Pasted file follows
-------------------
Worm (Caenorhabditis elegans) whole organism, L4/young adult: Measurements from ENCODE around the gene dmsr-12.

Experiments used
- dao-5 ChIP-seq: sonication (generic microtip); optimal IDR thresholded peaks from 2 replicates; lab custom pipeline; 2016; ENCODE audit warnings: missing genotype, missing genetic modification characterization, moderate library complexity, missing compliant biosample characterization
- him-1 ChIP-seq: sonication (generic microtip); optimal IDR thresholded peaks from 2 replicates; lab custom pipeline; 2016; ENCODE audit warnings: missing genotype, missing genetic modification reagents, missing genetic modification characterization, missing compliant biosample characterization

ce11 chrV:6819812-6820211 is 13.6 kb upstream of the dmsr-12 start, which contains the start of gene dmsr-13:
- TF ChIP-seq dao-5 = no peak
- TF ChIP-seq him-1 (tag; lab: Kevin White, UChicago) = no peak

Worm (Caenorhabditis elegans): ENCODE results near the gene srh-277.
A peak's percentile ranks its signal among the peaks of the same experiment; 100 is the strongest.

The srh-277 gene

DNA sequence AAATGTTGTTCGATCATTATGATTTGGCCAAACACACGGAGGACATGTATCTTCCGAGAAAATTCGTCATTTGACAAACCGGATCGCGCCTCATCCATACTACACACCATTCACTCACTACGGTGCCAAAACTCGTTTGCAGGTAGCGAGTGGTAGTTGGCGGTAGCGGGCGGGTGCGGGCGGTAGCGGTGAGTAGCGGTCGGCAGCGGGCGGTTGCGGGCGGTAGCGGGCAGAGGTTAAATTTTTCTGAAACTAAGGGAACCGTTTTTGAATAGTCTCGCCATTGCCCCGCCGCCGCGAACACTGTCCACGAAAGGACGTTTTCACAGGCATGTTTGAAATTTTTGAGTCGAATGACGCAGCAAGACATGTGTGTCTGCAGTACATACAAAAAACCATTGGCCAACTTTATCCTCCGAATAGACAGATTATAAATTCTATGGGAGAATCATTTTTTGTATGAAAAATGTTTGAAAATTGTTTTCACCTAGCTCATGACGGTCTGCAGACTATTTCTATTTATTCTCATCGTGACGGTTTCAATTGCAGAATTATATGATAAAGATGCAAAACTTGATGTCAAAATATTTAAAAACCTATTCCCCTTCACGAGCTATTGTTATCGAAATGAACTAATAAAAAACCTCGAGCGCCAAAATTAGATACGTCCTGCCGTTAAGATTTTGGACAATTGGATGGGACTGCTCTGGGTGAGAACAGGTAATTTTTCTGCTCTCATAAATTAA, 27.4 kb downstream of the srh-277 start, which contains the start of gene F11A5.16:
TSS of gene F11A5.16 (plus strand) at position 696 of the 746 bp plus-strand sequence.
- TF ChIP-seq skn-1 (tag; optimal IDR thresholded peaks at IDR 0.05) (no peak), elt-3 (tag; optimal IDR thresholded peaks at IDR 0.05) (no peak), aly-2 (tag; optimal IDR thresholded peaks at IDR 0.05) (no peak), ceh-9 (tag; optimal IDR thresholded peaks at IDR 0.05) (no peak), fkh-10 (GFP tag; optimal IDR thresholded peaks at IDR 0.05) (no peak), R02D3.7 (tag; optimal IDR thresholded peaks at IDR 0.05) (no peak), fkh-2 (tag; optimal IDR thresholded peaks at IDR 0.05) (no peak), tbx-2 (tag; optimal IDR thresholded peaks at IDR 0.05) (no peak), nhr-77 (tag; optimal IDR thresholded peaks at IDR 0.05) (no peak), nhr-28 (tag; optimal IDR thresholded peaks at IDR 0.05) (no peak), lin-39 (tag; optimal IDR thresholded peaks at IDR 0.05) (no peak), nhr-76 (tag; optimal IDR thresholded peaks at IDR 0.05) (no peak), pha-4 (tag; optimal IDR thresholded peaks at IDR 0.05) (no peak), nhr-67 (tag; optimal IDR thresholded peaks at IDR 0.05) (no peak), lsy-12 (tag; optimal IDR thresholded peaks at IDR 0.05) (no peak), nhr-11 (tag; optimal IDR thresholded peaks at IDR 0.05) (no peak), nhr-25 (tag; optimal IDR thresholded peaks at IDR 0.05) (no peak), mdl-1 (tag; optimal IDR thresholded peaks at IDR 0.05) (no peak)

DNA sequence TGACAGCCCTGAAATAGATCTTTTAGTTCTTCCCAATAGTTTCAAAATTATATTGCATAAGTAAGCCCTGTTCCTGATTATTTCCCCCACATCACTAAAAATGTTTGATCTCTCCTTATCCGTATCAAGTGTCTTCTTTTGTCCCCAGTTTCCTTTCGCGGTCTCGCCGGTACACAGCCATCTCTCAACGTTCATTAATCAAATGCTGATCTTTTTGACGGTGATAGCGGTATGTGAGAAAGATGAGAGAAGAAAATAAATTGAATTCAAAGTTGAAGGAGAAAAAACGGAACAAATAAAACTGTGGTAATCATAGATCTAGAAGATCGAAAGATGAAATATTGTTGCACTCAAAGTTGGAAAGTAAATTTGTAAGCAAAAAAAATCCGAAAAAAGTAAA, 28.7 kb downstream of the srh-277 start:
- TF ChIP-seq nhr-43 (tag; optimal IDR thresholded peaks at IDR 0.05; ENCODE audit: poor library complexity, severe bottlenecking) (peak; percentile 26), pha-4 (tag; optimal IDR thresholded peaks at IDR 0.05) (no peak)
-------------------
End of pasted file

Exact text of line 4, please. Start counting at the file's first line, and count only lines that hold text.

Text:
- him-1 ChIP-seq: sonication (generic microtip); optimal IDR thresholded peaks from 2 replicates; lab custom pipeline; 2016; ENCODE audit warnings: missing genotype, missing genetic modification reagents, missing genetic modification characterization, missing compliant biosample characterization